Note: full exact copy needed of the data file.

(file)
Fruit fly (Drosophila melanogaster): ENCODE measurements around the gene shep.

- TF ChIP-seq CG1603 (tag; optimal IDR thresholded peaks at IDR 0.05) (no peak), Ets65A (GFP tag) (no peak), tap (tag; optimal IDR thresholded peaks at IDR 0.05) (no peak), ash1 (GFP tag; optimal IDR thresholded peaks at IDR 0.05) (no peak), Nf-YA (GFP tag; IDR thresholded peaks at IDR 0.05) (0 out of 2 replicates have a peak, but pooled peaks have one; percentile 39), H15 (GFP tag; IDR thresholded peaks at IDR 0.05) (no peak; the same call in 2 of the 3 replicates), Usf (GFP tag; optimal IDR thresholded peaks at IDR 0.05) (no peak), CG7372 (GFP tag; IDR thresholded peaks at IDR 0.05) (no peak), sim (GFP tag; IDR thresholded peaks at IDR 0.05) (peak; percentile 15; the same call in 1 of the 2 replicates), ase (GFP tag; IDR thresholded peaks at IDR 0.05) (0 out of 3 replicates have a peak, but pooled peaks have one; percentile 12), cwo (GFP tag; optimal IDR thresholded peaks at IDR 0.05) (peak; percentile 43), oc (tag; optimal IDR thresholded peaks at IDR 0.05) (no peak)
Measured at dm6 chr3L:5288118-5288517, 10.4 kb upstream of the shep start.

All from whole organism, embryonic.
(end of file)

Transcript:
Fruit fly (Drosophila melanogaster): ENCODE measurements around the gene shep.

- TF ChIP-seq CG1603 (tag; optimal IDR thresholded peaks at IDR 0.05) (no peak), Ets65A (GFP tag) (no peak), tap (tag; optimal IDR thresholded peaks at IDR 0.05) (no peak), ash1 (GFP tag; optimal IDR thresholded peaks at IDR 0.05) (no peak), Nf-YA (GFP tag; IDR thresholded peaks at IDR 0.05) (0 out of 2 replicates have a peak, but pooled peaks have one; percentile 39), H15 (GFP tag; IDR thresholded peaks at IDR 0.05) (no peak; the same call in 2 of the 3 replicates), Usf (GFP tag; optimal IDR thresholded peaks at IDR 0.05) (no peak), CG7372 (GFP tag; IDR thresholded peaks at IDR 0.05) (no peak), sim (GFP tag; IDR thresholded peaks at IDR 0.05) (peak; percentile 15; the same call in 1 of the 2 replicates), ase (GFP tag; IDR thresholded peaks at IDR 0.05) (0 out of 3 replicates have a peak, but pooled peaks have one; percentile 12), cwo (GFP tag; optimal IDR thresholded peaks at IDR 0.05) (peak; percentile 43), oc (tag; optimal IDR thresholded peaks at IDR 0.05) (no peak)
Measured at dm6 chr3L:5288118-5288517, 10.4 kb upstream of the shep start.

All from whole organism, embryonic.